Recent Use Detection vs. Past Use Detection
Traditional drug testing methods focus on detecting past use instead of recent use, which is of little value when supporting roadside testing and detection.
This weak point is a universal issue since no testing methods provide real-time THC detection. Law enforcement officials must deal with inadequate testing methods that usually take several hours to process. That gray area between the time of observing impairment and proof of impairment provides too much leeway for doubt in court cases.
Today, the best method for roadside testing is a presumptive positive pending the results of an on-scene saliva test.
The Sweat Patch: Equipping Agencies with Unique Marijuana Testing Benefits
While gaps in on-the-ground detection and testing still exist, The Sweat Patch offers distinct advantages for probation, parole, and recovery programs.
Unlike traditional urine or blood tests, “The Sweat Patch is the only device that tests forward, not backward,” says Kerri Wagner. “When the Patch is placed on a body, from that point forward, if they use, we will know—rather than peeing in a cup and knowing if that individual used a couple of days ago.”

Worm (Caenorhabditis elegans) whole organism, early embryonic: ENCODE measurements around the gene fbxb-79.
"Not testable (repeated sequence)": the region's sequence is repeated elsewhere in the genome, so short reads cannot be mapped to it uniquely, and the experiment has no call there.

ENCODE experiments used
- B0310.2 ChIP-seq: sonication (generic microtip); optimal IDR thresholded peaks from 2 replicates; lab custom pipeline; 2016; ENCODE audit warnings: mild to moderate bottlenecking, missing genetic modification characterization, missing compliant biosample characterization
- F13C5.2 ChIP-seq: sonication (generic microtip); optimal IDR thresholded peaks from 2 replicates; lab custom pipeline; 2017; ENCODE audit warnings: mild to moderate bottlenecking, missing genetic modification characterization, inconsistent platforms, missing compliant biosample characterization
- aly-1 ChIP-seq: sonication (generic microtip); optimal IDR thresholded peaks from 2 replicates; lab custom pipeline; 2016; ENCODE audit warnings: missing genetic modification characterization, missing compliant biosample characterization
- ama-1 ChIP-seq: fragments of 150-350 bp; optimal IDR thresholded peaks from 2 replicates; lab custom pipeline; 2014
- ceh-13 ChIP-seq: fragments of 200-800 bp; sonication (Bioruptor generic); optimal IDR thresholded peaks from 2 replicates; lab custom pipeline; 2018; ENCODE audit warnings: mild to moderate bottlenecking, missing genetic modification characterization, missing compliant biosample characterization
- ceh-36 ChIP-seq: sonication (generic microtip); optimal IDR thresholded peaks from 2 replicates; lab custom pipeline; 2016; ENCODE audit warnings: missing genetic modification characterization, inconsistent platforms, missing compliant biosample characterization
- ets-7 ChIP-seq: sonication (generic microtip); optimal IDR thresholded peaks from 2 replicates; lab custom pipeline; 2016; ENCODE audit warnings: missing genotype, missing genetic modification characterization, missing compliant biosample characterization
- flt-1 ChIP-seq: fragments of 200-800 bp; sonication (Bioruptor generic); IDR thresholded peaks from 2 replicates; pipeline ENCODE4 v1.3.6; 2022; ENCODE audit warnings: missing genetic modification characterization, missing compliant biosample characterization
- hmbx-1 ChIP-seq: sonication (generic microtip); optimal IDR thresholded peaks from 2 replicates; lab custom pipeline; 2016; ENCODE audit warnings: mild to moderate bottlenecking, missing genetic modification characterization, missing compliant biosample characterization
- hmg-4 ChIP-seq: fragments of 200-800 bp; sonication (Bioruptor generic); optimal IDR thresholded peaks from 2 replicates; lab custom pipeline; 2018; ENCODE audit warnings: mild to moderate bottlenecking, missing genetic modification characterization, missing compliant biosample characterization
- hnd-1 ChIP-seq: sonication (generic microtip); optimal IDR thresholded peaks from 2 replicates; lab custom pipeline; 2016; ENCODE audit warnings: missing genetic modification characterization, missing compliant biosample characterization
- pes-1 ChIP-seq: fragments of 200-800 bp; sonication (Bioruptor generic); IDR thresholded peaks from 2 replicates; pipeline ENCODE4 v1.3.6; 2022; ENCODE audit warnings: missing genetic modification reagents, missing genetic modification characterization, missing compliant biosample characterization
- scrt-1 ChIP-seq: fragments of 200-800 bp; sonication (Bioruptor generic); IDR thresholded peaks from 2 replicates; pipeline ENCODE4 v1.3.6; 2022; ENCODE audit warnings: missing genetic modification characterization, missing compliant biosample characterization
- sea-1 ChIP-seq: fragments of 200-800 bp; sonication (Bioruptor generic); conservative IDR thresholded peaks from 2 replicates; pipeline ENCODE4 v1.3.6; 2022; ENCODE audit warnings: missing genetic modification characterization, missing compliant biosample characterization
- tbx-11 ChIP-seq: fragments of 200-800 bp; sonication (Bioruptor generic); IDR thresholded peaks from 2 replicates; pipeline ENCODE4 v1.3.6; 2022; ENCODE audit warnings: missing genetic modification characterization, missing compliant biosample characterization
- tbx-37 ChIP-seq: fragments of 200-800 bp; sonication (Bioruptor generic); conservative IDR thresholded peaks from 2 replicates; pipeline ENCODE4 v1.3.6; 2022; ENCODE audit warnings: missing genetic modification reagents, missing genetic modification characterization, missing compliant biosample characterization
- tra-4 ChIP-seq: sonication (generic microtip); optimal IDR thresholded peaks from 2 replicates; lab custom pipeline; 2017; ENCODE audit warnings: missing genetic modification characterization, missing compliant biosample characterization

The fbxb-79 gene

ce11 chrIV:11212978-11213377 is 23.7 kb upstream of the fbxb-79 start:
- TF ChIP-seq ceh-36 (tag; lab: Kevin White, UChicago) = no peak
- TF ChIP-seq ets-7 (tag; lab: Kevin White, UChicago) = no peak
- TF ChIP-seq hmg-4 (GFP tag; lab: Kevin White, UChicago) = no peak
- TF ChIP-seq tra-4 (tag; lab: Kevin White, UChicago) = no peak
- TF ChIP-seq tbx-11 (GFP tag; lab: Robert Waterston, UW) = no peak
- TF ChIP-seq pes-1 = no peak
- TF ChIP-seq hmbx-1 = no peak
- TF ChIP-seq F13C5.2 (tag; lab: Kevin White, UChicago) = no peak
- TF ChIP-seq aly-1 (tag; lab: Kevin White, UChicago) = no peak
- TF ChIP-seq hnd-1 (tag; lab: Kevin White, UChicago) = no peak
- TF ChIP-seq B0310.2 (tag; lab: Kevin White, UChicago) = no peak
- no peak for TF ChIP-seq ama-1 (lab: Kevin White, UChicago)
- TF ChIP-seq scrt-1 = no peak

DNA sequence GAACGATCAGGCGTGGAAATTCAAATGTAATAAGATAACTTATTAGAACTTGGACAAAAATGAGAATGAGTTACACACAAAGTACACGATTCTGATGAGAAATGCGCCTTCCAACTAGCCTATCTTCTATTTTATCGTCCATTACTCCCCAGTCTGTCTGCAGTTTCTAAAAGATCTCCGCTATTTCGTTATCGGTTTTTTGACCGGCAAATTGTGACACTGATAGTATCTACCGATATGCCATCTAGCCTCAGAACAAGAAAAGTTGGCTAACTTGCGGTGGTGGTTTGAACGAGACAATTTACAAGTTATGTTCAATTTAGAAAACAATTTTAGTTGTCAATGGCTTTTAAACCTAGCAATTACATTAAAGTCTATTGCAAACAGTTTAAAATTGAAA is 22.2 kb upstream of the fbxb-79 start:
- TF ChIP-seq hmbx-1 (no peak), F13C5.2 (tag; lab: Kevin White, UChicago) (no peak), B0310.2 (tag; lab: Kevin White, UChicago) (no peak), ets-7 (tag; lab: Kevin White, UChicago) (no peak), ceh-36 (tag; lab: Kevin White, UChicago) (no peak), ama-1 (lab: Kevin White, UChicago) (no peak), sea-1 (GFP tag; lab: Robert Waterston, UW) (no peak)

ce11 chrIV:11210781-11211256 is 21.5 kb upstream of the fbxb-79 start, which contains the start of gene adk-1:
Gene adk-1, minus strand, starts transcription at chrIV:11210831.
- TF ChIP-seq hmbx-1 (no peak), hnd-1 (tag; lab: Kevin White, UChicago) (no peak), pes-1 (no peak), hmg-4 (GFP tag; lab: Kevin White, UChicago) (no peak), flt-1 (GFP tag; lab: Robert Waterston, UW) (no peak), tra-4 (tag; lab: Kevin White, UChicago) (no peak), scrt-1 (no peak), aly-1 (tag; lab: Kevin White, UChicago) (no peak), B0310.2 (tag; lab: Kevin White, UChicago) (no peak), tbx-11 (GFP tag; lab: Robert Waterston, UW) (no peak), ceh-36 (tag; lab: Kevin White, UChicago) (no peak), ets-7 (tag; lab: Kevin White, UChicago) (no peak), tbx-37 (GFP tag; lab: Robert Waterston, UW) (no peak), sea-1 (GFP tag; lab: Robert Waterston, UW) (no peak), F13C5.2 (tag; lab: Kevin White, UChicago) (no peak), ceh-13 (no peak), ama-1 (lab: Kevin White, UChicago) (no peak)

The patch collects Delta-9, the active component in cannabis, rather than focusing on metabolites. This method enables drug courts and caseworkers to better address the use patterns of people within recovery efforts. By focusing on the active component, the Sweat Patch minimizes the issue of blaming past use for the positive result. That has beneficial implications for public safety and therapeutic use cases for people fighting relapse.
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Current and Recent Use, Not Just Past Use
The Sweat Patch's ability to detect recent drug use, including marijuana, provides valuable information for court professionals and case managers. By capturing a more accurate picture of an individual's drug use, agencies can make informed decisions regarding treatment plans, interventions, and compliance with court orders.